Hooktown group turns idea into philanthropy
They’re not looking for recognition, they’re looking to fulfill the needs of the community.
Hooktown Holidays, a group of mostly anonymous Warren residents named after Francis Hook and the neighborhood he founded on upper Conewango Avenue in the 1830’s, have raised and donated $5,000 to four different community agencies.
While Toys For Tots has children covered during the holidays, Hooktown Holidays works to address long term issues in the community such as food and clothing.
That goal is reflected in the groups mission statement, that reads “To provide nutritious food, warm clothing and or other necessities of life to deserving individuals or families in our community during the holiday season and winter months.”
The idea was simple, ask friends, family and neighbors to contribute $2 a week for 44 weeks. Hooktown Holidays member Terry Pearson thought the group would raise a couple hundred dollars.
But people were interested and cash and checks starting coming in. All donations and activities of the group are anonymous. No names or personal information is provided.
By November they had 56 people donating at least $2 a week to raise $5,254.
“People would stop by my house and hand me $20 bucks out the window,” Pearson said. “It was coming in various ways.”
Tim Greenlund grew up in the Hooktown area near Pearson, and the Hooktown Holidays member said at one point they considered just donating to residents in the Hooktown area.
“We talked about that, but then we simply said, ‘Wait a minute, we’re all a community,'” he said. “There was an article that appeared in the Warren paper back many, many years ago that suggested we all look in the mirror and honestly answer if we are doing what we can to help our community. Ever since I read that, it has stuck with me and from the number of people that donated to this cause, I believe they all want to make Warren a better place for all of us to live.”
Now that they raised over $5,000, how would they distribute it so it stays within the community?
“That was the most important thing we felt. We wanted to do something that would benefit these people during the holidays and help them out. We know that Warren has seen a decline in industry, they’ve seen a decline in population, and we’ve seen a rise in our poverty levels,” Greenlund said.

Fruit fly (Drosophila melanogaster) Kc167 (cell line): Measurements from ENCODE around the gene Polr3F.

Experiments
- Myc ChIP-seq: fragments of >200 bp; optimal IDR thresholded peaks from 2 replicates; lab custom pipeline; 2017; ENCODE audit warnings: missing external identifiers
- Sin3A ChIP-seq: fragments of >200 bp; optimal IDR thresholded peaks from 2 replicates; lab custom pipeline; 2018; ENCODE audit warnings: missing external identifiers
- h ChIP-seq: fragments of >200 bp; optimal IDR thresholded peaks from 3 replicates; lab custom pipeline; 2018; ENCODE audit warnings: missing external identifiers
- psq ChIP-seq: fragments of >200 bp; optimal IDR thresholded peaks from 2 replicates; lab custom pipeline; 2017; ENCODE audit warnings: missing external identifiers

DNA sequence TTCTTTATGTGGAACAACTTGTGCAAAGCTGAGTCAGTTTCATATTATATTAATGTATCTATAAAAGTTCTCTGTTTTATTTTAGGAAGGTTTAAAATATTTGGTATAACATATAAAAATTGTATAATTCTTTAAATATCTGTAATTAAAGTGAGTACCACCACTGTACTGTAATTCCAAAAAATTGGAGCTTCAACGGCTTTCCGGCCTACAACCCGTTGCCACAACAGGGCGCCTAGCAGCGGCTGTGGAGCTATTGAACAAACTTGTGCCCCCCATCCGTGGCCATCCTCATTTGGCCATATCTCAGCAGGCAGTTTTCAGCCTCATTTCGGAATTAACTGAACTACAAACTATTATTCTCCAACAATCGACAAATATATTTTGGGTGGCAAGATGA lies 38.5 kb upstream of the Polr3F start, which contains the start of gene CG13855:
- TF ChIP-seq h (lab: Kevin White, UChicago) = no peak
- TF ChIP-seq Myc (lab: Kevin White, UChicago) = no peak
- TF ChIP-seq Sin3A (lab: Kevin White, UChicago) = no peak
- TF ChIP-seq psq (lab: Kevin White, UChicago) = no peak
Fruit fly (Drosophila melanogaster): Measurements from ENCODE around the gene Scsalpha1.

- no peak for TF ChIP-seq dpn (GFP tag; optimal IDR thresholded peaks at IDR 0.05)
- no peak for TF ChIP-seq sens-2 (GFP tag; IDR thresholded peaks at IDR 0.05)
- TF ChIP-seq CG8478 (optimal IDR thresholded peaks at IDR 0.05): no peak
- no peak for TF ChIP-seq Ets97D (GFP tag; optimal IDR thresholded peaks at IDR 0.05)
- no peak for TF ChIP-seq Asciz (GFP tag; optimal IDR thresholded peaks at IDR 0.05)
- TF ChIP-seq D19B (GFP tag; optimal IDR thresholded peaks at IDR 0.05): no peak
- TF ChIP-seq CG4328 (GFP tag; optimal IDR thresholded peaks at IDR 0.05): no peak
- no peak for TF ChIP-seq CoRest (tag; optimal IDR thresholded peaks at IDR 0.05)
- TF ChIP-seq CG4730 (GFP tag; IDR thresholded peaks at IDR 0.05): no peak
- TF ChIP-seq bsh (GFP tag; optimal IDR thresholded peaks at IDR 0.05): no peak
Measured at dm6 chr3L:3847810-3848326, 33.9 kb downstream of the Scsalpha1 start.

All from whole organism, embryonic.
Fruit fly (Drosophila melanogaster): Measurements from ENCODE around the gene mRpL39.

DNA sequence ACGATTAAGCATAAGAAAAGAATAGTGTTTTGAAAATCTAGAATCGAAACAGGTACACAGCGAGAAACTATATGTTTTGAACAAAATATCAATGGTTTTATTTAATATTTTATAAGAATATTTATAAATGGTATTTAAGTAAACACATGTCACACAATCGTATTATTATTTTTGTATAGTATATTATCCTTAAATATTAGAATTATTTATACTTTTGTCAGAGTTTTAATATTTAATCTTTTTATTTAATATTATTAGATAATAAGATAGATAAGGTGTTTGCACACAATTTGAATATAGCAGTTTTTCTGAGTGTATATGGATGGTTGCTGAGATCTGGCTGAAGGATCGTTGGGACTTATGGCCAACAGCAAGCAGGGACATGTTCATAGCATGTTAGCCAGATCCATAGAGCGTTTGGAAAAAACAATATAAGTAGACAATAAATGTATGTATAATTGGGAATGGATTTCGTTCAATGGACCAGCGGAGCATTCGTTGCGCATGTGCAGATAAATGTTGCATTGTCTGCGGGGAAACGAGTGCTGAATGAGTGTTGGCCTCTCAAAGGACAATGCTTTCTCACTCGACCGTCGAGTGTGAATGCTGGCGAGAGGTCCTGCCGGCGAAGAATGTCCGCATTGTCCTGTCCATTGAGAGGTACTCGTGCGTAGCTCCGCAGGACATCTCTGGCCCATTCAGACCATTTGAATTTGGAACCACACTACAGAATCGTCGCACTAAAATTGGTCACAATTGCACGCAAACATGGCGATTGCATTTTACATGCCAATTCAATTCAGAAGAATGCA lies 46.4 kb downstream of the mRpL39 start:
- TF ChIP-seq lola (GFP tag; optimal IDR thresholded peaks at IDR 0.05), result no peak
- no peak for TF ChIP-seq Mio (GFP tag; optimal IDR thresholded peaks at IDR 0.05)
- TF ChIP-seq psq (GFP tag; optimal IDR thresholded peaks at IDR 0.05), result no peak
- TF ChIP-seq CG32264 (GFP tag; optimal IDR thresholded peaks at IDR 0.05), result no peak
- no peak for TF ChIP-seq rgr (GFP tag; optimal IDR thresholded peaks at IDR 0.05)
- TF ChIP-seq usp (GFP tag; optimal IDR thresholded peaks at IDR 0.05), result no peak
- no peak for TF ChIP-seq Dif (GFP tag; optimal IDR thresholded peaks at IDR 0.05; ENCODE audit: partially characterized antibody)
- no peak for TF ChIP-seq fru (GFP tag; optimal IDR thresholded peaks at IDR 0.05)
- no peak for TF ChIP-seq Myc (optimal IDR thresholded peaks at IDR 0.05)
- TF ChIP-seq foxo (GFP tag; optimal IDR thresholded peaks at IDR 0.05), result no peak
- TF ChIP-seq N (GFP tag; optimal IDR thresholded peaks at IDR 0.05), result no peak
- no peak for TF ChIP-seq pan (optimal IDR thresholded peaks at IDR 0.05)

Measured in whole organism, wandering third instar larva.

Each donation to the organizations had to meet Hooktown Holidays mission statement.
Through their discussions, they decided to split the fund evenly among four local community organizations; $1,250 would go to the Economic Opportunity Council to provide heating assistance and other emergency services to low income families; $1,250 would go to the Salvation Army “to be used for clothing, nutrition, and other required necessities of life”; St. Joseph’s soup kitchen to provide a “hot meal and a temporary respite from everyday pressures and difficulties hopefully none of us will ever have to experience;’ and the Area Agency on Aging where “caseworkers will disperse donated funds on a case by case basis to provide warm clothing, nutrition, heating assistance or other needs to an often and overlooked segment of our community.”
With their first attempt an overriding success, Hooktown Holidays is in the process of becoming a 501-c3 non-profit entity so residents can take the deduction on taxes, establishing a bank account at Northwest Savings Bank where residents can make donations and will spread the groups work on Facebook.
“This is a neighborhood effort we had,” Pearson said. “It’s so damn simple it’s sinful.”
Hooktown Holidays will continue the fundraising efforts beginning in February and will run through November 2014. Pearson says the group could raise $10,000 in 2014 with new participants.
“We just realize there’s a need in our community and we want to help fulfill that need,” Greenlund said. “It has been so well received by people that are a part of Hooktown Holidays.”
While Pearson and Greenlund are acting as spokesman, nobody is trying to claim ownership of the group.
“This is a neighborhood that did this. It’s just that we all walked on the same path. We all had the same goal. There’s no founder, or owner,” Pearson said.
Community residents interested in participating in Hooktown Holidays can contact Pearson at 688-9979 or Greenlund at 730-9107.
“You don’t have to live there,” Pearson said of Hooktown Holiday’s. “It’s a community thing…we say it’s current residents, former residents, friends and family.”